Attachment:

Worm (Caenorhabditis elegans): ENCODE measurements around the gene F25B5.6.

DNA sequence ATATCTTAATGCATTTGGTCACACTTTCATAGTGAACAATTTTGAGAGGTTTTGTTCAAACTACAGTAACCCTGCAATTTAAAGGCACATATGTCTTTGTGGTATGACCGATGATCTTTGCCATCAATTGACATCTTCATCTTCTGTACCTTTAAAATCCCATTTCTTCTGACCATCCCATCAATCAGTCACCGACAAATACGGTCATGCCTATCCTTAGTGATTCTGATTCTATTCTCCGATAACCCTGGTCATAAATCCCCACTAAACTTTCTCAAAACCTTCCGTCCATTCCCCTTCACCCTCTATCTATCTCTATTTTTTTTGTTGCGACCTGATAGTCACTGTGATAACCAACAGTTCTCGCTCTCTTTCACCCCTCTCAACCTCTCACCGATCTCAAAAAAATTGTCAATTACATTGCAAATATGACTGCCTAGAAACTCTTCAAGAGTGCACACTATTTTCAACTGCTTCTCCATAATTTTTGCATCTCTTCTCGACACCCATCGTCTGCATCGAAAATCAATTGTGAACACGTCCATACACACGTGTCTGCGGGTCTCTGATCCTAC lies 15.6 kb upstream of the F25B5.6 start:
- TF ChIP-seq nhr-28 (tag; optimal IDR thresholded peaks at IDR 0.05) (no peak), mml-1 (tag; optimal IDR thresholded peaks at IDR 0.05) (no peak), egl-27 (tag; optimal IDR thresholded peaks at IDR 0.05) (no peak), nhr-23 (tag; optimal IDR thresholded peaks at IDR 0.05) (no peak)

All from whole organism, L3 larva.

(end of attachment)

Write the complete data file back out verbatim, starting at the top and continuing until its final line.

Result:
Worm (Caenorhabditis elegans): ENCODE measurements around the gene F25B5.6.

DNA sequence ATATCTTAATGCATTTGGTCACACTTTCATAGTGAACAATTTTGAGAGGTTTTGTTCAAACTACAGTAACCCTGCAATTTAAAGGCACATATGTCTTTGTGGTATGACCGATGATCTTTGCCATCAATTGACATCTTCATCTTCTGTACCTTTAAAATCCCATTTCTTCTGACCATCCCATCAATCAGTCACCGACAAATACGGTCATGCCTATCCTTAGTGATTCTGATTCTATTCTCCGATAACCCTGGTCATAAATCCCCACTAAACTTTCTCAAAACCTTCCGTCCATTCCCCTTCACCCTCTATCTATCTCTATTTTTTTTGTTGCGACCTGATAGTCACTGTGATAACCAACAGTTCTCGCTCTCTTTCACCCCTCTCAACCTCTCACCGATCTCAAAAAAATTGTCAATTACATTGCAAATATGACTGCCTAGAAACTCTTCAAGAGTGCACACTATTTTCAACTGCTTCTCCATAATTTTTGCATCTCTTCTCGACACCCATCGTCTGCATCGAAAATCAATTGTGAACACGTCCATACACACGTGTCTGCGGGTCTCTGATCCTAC lies 15.6 kb upstream of the F25B5.6 start:
- TF ChIP-seq nhr-28 (tag; optimal IDR thresholded peaks at IDR 0.05) (no peak), mml-1 (tag; optimal IDR thresholded peaks at IDR 0.05) (no peak), egl-27 (tag; optimal IDR thresholded peaks at IDR 0.05) (no peak), nhr-23 (tag; optimal IDR thresholded peaks at IDR 0.05) (no peak)

All from whole organism, L3 larva.